Supply chain considerations for electronic grocery shopping
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Doctoral thesis (monograph)
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Dissertation series / Helsinki University of Technology, Industrial Management and Work and Organisational Psychology, 2003 / 3
AbstractThe main hypothesis of the dissertation is that "e-grocery with home delivery can be more efficient than supermarket retailing handling a similar volume of sales". The e-grocery business should be seen as an assembly industry producing shopping baskets. Only in this way can the new electronic channel work efficiently. The e-grocery business is usually seen as a supermarket copied into an electronic form; it is seen only as an opportunity to buy products. Instead, the starting point of operational design should be the real needs of a household and take into account the possibility of adding new services for the customers. One of the conclusions of this research is that the operational costs of a distribution centre can be lower than those of a supermarket. Store-based order picking is less expensive than using a specialised distribution centre when turnover is less than one million euros. A turnover of more than 3 million euros means that a dedicated distribution centre appears to be more efficient than store-based picking. However, the distribution centre has to be purpose-built for shopping basket assembly with a reasonably stable workload. A combination of store-based picking and a specialised distribution centre has been introduced as an opportunity to create gradual low-risk growth in the e-grocery business. It seems that efficient home delivery can be achieved even with a moderate market share. Unattended reception is very important for the overall cost structure of the supply chain and enable service models that give flexibility in route planning and optimisation. However, the investments that unattended reception requires should also be taken into account. The cost efficiency of a home delivery service model can be described by the average mileage driven per order, which directly correlates with the number of stops per hour. New efficiency indicators are needed to measure the efficiency of the e-grocery business. Sales per distribution centre and sales per square kilometre are useful indicators when choosing home delivery service models and potential market areas. The most useful factor is sales per square kilometre. The critical sales volume appears to be 200,000 euros per square kilometre per annum. This sales volume can be achieved with 25 four-person households per square kilometre with 90 percent purchase loyalty. E-grocery retailing is a very local business and store-based picking is a good alternative if fast roll-out with a low level of investment is required. A distribution centre-based operation is potentially much more efficient, but it is a slower approach and needs more investment. Whatever service model is chosen, it should first be made to work in a fairly compact geographical area and then copied to new areas.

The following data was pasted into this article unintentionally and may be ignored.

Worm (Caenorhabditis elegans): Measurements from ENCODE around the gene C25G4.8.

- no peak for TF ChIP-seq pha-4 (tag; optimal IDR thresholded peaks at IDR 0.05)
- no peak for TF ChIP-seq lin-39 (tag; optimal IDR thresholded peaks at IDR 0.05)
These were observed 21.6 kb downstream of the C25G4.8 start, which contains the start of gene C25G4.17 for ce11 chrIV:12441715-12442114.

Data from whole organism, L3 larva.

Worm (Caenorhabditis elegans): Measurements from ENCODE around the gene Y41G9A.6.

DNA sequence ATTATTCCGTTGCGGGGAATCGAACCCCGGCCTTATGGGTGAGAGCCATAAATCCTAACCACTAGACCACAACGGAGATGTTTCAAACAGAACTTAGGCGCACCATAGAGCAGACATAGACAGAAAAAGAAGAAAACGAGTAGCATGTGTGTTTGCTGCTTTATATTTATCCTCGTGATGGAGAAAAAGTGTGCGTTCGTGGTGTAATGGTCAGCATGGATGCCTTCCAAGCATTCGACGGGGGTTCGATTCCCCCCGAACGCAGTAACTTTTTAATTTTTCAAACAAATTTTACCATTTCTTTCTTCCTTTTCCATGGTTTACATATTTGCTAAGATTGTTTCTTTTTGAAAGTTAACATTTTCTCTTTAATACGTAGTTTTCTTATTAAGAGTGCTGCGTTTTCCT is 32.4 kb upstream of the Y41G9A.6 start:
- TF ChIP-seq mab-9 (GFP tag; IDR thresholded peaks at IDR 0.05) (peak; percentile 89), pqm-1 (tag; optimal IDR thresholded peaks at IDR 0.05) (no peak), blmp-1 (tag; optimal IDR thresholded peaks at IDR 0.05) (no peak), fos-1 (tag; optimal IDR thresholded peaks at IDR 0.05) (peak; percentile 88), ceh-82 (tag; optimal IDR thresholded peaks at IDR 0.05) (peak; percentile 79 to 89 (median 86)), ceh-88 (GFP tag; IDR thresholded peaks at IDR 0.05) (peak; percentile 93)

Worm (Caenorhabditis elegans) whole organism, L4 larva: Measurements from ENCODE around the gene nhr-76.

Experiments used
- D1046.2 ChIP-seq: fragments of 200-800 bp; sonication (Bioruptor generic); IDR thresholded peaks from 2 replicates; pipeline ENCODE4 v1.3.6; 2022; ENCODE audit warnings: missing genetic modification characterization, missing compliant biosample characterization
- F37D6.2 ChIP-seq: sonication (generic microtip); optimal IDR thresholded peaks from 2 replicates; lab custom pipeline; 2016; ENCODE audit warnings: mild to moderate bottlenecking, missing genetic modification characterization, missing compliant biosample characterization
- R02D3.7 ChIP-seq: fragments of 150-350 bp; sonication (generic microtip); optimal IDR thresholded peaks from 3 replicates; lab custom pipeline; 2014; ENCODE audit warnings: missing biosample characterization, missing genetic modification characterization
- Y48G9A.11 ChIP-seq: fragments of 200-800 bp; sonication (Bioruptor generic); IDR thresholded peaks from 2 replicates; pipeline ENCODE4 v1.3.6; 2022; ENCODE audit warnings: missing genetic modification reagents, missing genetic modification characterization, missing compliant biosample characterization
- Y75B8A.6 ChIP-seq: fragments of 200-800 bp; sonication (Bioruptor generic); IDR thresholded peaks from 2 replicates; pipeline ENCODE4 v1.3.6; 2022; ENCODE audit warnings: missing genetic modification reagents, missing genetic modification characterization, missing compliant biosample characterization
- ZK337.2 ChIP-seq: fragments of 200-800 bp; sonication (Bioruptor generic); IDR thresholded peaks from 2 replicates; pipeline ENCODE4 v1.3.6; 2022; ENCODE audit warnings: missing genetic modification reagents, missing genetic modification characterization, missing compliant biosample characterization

Internet, grocery, shopping, logistics, supply chain